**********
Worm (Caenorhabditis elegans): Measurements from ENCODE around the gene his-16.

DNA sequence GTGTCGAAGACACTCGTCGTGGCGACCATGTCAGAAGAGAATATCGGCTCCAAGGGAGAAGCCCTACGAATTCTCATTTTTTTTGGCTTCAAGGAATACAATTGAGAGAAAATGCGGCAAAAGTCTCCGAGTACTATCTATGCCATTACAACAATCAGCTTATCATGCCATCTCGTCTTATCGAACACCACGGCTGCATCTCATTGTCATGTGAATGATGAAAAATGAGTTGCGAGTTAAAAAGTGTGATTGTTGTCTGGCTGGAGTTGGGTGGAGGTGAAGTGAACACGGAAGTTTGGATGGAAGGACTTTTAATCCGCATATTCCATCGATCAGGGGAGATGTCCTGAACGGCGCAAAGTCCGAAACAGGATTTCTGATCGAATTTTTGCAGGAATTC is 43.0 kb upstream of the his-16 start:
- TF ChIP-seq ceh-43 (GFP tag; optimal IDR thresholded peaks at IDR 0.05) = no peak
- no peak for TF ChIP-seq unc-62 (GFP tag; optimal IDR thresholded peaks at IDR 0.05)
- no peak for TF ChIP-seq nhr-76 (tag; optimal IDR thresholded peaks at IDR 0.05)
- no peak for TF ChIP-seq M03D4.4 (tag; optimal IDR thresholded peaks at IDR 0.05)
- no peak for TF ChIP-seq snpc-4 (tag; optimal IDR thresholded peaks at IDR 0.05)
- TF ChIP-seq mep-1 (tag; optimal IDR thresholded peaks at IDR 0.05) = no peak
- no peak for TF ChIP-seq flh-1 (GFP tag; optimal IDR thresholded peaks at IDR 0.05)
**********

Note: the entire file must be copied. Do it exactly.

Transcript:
Worm (Caenorhabditis elegans): Measurements from ENCODE around the gene his-16.

DNA sequence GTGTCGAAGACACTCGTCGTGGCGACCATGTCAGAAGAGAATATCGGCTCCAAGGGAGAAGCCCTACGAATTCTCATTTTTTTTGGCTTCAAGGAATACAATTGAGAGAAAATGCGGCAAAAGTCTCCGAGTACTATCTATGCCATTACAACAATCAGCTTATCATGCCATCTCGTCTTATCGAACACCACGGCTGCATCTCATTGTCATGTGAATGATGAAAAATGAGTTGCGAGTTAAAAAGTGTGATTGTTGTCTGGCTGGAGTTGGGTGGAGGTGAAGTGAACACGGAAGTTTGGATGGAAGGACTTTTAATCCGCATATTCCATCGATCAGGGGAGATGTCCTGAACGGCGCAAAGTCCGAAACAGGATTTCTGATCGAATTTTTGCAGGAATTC is 43.0 kb upstream of the his-16 start:
- TF ChIP-seq ceh-43 (GFP tag; optimal IDR thresholded peaks at IDR 0.05) = no peak
- no peak for TF ChIP-seq unc-62 (GFP tag; optimal IDR thresholded peaks at IDR 0.05)
- no peak for TF ChIP-seq nhr-76 (tag; optimal IDR thresholded peaks at IDR 0.05)
- no peak for TF ChIP-seq M03D4.4 (tag; optimal IDR thresholded peaks at IDR 0.05)
- no peak for TF ChIP-seq snpc-4 (tag; optimal IDR thresholded peaks at IDR 0.05)
- TF ChIP-seq mep-1 (tag; optimal IDR thresholded peaks at IDR 0.05) = no peak
- no peak for TF ChIP-seq flh-1 (GFP tag; optimal IDR thresholded peaks at IDR 0.05)